Guest essay by Philip Mulholland
In my previous essay We Must Get Rid of the Carboniferous Warm Period I discussed the role of the polar seas around Antarctica in generating the cold dense oxygenated marine water that dominates the abyssal ocean depths of our modern world. I now want to discuss the role of shallow tropical seas in generating warm dense oxygen-poor marine water and how this fundamental and often overlooked process explains the presence of abyssal ocean warm water and high atmospheric carbon dioxide concentration during previous geological times, in particular the Cretaceous period.
It is a mid-June day in 1991, West Caicos, a small uninhabited tropical island in the Turks and Caicos archipelago, bakes in the hot summer sun. I am on a field trip to the British West Indies organised by Dr Hal Wanless of the University of Miami, to study the modern geology and natural depositional environments of a marine carbonate platform. A visit that, even now, I consider to have been the best field study trip of my entire geoscience career. Located in the trade wind belt, the Turks and Caicos Islands lie at the south-eastern end of the Bahamian chain of Atlantic Ocean carbonate-platform islands. With the Tropic of Cancer passing to the north of the group, at midday the June sun is directly overhead and your shadow falls exactly beneath you. By evening, the summer thunderstorms arrive tracking west across the ocean, passing by on their way to the Caribbean.
For most of the year, the climate of West Caicos is dominated by dry trade winds. These are derived from the downwelling of the Hadley Cell, centred over the Atlantic Ocean to the north-east.
The low rainfall and high evaporation rate make the climate too dry for sugar cane production, an economic enterprise tried by past entrepreneurs at this remote island location. Salt production, the original economic activity of the Turks and Caicos, was also attempted at West Caicos, but that enterprise failed too. At West Caicos the salt pans were located on the site of a major wash-over fan in the northwest of the island. The bedrock here consists of permeable limestone rubble and not impermeable mudflats, the place of choice for salt production on the other islands in the group. This site, with its poor hydrogeology, probably accounts for the failure of the West Caicos salt pan enterprise.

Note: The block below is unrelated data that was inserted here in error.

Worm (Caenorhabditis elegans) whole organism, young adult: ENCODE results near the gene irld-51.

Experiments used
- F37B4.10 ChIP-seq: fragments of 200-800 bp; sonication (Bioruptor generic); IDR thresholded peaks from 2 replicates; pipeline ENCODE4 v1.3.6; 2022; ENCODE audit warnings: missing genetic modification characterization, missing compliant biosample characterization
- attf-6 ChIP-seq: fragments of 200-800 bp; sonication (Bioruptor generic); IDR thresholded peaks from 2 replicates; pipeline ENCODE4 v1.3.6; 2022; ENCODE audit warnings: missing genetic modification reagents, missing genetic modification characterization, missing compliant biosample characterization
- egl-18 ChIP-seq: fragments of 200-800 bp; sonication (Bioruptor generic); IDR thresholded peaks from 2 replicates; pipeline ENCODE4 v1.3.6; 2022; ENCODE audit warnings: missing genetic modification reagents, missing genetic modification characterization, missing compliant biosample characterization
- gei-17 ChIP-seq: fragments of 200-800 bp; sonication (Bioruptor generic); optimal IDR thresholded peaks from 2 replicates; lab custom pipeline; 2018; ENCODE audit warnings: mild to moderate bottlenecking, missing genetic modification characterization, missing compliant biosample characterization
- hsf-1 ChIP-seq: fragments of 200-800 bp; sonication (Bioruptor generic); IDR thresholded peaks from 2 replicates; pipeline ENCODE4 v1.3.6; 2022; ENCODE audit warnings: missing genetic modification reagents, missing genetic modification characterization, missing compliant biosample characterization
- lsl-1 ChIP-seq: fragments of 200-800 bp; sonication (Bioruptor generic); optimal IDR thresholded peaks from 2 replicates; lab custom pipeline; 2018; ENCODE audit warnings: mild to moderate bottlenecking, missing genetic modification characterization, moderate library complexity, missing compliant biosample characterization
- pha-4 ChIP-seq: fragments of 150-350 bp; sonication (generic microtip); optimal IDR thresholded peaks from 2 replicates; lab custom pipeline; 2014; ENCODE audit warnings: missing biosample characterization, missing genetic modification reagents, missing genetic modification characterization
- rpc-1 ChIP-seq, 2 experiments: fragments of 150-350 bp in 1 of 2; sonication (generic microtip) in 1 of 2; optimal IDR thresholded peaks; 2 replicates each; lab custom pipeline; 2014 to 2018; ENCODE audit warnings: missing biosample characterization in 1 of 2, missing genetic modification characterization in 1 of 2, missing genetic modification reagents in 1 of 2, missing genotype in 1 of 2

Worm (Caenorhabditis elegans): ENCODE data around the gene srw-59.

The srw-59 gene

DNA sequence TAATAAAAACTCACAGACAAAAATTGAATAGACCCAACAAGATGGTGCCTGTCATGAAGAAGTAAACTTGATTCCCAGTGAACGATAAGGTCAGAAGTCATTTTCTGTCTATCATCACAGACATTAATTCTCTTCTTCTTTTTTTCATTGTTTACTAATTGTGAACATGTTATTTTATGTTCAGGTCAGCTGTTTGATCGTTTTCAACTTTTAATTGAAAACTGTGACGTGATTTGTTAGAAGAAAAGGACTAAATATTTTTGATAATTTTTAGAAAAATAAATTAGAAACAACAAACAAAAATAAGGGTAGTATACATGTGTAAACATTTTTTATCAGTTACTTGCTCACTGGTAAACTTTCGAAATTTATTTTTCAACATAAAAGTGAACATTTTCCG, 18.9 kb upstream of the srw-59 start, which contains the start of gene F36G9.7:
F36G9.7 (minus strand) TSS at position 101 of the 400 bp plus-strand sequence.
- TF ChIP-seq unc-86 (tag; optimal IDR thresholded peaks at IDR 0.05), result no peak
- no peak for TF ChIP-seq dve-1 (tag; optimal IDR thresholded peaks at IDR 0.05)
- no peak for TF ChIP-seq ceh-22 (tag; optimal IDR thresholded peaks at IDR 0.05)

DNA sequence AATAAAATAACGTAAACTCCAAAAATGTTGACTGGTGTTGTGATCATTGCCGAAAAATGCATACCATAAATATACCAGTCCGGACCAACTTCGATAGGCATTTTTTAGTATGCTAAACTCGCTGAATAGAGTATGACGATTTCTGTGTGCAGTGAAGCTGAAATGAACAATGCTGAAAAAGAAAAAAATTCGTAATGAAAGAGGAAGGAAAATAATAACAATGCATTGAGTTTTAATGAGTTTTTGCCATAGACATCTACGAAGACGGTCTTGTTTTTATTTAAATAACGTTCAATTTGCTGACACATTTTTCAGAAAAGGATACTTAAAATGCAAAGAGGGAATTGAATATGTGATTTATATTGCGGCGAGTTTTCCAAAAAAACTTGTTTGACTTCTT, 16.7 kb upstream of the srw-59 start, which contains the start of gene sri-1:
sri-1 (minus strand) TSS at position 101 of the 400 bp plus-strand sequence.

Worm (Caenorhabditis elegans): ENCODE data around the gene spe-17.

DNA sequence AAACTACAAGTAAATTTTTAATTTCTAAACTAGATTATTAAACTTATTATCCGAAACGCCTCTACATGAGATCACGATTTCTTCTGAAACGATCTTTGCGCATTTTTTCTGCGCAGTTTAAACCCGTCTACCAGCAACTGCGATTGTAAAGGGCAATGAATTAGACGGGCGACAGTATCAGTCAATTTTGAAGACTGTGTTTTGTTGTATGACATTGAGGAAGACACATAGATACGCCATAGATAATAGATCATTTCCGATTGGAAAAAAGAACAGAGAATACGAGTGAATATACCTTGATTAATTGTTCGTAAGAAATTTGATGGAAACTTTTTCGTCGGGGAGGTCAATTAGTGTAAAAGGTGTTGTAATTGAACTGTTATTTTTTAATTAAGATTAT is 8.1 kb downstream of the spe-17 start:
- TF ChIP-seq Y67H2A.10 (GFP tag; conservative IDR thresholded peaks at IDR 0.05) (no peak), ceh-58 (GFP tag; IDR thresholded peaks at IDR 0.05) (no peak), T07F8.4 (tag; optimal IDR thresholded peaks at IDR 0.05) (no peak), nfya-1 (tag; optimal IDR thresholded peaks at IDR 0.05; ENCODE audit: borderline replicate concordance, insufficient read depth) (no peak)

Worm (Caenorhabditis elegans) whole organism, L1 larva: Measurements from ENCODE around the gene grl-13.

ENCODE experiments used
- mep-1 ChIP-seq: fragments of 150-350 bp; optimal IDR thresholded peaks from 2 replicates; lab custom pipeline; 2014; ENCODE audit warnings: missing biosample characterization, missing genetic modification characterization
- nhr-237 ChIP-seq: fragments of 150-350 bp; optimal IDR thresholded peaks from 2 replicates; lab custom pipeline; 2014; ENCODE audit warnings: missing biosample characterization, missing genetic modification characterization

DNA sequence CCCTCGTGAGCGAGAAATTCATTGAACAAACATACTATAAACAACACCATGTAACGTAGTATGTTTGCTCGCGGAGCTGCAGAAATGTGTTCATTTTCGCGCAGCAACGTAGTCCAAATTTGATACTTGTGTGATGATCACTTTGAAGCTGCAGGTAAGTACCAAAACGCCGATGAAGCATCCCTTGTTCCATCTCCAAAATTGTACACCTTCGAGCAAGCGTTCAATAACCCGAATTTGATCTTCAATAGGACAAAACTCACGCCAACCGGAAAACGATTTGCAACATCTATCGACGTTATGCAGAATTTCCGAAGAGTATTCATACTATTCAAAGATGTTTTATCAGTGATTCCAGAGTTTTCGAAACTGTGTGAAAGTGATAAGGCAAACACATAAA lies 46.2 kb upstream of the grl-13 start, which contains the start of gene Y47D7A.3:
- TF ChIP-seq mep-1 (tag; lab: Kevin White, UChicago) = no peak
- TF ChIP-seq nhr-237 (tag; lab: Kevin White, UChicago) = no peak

Now West Caicos is a nature reserve and the native bromeliad flora are left to grow undisturbed. We are here to undertake a west to east traverse across the island to see how the individual elements of its geology have been created by the natural marine processes of active carbonate deposition occurring over the past few thousand years, since the sea level rise at the end of the last ice age flooded the Caicos platform.
We begin our journey in the sea, swimming with mask and flippers off the island’s west coast; here we observe the corals thriving in the shallow warm waters of the reef flat, everyone’s ideal coral island setting. Swimming is easy in the warm water with its slight swell, as we make our way out to the drop-off, and spot the barracuda fish below, patrolling the reef edge, marking its location. Then everything suddenly changes, the seabed disappears from sight as the water depth precipitously increases, the water colour becomes a deep blue and its temperature abruptly falls. With the sudden temperature drop I experience cramps in both legs and am grateful for the life jacket I’m wearing and the presence of my safety buddy, as swimming becomes difficult in the now cold water. So where has the warm water gone? Leaving this question unanswered, we swim to the support boat and head back to the island’s shore.
Our next stop is just off the beach, here the corals are no longer thriving, they are being buried by carbonate beach sand and the burrows of innumerable marine creatures pockmark the seabed. This change to carbonate sand is not evidence of environmental degradation, this sand zone is also a thriving pristine environment, it is simply no longer the coral’s home and a new force of nature, sediment derived from the inorganic carbonate beach factory, dominates the scene. Carbonate geologists estimate that approximately 50% of all the carbonate rock on Earth is generated by inorganic means and our next stop is the factory floor, the sand generating swash zone of the carbonate beach environment.